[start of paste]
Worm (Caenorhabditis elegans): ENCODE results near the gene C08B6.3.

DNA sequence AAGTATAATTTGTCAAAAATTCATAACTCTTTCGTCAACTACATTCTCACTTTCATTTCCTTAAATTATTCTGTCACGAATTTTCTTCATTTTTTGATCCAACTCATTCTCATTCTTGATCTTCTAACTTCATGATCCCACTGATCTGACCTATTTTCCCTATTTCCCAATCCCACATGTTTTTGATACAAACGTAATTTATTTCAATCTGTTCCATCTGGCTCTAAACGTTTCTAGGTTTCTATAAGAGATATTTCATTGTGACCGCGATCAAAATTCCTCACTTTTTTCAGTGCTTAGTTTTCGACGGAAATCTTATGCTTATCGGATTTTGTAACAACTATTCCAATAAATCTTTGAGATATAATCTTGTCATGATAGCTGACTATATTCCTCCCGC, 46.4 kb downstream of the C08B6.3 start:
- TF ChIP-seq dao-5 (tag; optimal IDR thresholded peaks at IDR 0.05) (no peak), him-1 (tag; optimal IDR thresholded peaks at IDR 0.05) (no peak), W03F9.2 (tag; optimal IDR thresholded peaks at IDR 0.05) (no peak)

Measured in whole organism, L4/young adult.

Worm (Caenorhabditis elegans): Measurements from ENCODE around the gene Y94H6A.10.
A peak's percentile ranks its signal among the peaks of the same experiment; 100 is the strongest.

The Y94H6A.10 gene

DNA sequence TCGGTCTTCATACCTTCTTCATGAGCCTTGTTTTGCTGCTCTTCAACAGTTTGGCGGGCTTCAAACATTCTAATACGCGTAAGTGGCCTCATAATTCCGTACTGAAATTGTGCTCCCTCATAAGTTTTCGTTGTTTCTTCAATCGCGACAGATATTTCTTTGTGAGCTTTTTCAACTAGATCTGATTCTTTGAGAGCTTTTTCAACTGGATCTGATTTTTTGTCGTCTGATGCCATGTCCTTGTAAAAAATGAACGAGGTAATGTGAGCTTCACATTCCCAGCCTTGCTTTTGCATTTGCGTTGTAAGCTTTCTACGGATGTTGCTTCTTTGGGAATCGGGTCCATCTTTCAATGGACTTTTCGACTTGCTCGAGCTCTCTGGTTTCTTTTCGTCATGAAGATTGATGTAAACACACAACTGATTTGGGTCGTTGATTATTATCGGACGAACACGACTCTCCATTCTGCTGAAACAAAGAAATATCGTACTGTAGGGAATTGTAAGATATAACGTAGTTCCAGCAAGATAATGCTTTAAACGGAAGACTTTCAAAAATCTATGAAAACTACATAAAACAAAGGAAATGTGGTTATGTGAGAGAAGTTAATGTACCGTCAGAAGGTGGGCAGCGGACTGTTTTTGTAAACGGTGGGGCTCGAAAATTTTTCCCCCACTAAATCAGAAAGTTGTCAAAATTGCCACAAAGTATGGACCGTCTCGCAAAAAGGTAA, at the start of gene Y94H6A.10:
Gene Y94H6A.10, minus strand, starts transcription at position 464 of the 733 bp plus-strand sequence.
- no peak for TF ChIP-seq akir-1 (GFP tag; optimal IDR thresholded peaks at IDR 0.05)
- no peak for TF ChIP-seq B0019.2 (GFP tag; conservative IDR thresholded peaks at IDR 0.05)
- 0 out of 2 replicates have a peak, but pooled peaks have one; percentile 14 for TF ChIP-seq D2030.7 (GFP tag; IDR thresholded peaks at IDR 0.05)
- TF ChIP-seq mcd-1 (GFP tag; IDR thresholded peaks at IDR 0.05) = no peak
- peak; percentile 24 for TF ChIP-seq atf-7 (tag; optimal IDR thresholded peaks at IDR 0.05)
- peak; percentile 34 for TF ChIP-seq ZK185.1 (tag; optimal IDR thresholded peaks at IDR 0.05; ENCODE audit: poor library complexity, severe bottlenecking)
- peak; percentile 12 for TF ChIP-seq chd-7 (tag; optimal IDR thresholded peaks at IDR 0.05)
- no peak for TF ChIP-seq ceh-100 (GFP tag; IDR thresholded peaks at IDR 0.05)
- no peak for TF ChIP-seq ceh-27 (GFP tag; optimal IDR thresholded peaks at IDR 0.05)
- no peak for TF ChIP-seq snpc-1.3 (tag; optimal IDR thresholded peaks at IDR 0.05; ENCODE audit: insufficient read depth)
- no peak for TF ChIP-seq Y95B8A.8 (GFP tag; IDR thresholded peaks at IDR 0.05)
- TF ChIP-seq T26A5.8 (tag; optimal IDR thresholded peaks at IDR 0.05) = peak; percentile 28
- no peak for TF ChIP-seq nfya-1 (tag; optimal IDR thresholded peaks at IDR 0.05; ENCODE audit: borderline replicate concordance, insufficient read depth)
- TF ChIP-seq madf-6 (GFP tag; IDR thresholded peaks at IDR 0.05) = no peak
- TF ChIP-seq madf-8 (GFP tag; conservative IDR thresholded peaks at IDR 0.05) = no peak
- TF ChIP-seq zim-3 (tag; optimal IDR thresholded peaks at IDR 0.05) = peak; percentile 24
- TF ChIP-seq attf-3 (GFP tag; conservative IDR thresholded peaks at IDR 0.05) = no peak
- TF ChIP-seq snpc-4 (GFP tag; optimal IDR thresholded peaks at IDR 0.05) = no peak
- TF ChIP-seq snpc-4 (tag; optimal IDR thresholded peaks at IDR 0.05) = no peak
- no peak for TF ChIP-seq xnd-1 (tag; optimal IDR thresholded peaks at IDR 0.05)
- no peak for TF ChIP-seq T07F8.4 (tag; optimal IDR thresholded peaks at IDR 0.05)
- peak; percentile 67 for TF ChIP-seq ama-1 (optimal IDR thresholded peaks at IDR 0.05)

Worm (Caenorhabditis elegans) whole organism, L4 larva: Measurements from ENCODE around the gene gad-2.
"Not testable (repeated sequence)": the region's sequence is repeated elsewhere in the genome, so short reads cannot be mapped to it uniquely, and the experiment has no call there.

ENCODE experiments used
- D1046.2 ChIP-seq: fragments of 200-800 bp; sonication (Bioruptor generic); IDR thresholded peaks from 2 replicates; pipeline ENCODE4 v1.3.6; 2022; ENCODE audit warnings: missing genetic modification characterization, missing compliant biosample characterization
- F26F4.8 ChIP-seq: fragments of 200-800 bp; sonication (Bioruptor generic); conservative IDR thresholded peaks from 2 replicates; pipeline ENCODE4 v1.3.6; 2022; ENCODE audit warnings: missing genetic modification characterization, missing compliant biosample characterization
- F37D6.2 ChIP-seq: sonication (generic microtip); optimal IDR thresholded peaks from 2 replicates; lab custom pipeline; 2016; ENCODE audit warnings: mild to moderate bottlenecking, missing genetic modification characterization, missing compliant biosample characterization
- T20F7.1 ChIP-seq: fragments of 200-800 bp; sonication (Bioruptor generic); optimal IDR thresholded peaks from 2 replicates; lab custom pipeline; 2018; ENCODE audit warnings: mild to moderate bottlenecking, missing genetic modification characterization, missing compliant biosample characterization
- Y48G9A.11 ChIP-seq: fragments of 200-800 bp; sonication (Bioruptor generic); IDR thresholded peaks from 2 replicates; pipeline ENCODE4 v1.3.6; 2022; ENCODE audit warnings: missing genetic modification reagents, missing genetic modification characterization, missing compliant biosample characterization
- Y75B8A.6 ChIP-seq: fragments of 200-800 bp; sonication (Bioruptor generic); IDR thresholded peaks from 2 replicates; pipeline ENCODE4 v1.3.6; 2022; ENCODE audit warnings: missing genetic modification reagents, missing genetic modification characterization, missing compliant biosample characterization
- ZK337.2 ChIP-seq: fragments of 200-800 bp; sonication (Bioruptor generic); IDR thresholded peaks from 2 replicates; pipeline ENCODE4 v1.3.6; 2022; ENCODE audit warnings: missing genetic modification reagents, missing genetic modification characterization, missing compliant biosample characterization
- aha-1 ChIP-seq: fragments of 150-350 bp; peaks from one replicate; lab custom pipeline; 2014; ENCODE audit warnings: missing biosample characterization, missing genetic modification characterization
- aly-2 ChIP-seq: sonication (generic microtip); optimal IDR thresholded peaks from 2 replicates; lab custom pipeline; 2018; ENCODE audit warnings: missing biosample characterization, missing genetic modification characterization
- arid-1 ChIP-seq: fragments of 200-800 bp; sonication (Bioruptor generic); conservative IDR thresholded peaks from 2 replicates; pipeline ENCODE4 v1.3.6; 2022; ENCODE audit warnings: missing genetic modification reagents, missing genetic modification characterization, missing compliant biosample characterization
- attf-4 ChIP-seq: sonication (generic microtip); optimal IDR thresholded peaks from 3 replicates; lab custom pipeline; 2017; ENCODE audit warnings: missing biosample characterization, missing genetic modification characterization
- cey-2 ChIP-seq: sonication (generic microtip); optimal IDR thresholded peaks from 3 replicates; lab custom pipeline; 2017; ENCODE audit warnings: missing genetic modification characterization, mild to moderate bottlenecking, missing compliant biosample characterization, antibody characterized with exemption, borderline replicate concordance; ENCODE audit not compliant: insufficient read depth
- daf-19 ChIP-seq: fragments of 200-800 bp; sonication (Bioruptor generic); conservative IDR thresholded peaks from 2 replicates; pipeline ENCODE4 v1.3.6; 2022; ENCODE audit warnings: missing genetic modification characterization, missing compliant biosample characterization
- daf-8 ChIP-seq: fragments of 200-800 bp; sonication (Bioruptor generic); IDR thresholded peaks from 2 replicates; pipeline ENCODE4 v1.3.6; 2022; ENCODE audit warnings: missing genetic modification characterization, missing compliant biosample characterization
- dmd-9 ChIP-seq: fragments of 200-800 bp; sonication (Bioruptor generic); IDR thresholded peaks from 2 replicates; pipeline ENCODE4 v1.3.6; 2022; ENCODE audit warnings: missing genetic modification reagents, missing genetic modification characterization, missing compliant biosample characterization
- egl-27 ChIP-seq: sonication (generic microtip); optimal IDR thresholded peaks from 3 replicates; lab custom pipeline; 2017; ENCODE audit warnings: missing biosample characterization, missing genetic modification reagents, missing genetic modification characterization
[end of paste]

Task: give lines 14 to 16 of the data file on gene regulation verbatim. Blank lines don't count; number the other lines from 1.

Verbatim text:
- peak; percentile 24 for TF ChIP-seq atf-7 (tag; optimal IDR thresholded peaks at IDR 0.05)
- peak; percentile 34 for TF ChIP-seq ZK185.1 (tag; optimal IDR thresholded peaks at IDR 0.05; ENCODE audit: poor library complexity, severe bottlenecking)
- peak; percentile 12 for TF ChIP-seq chd-7 (tag; optimal IDR thresholded peaks at IDR 0.05)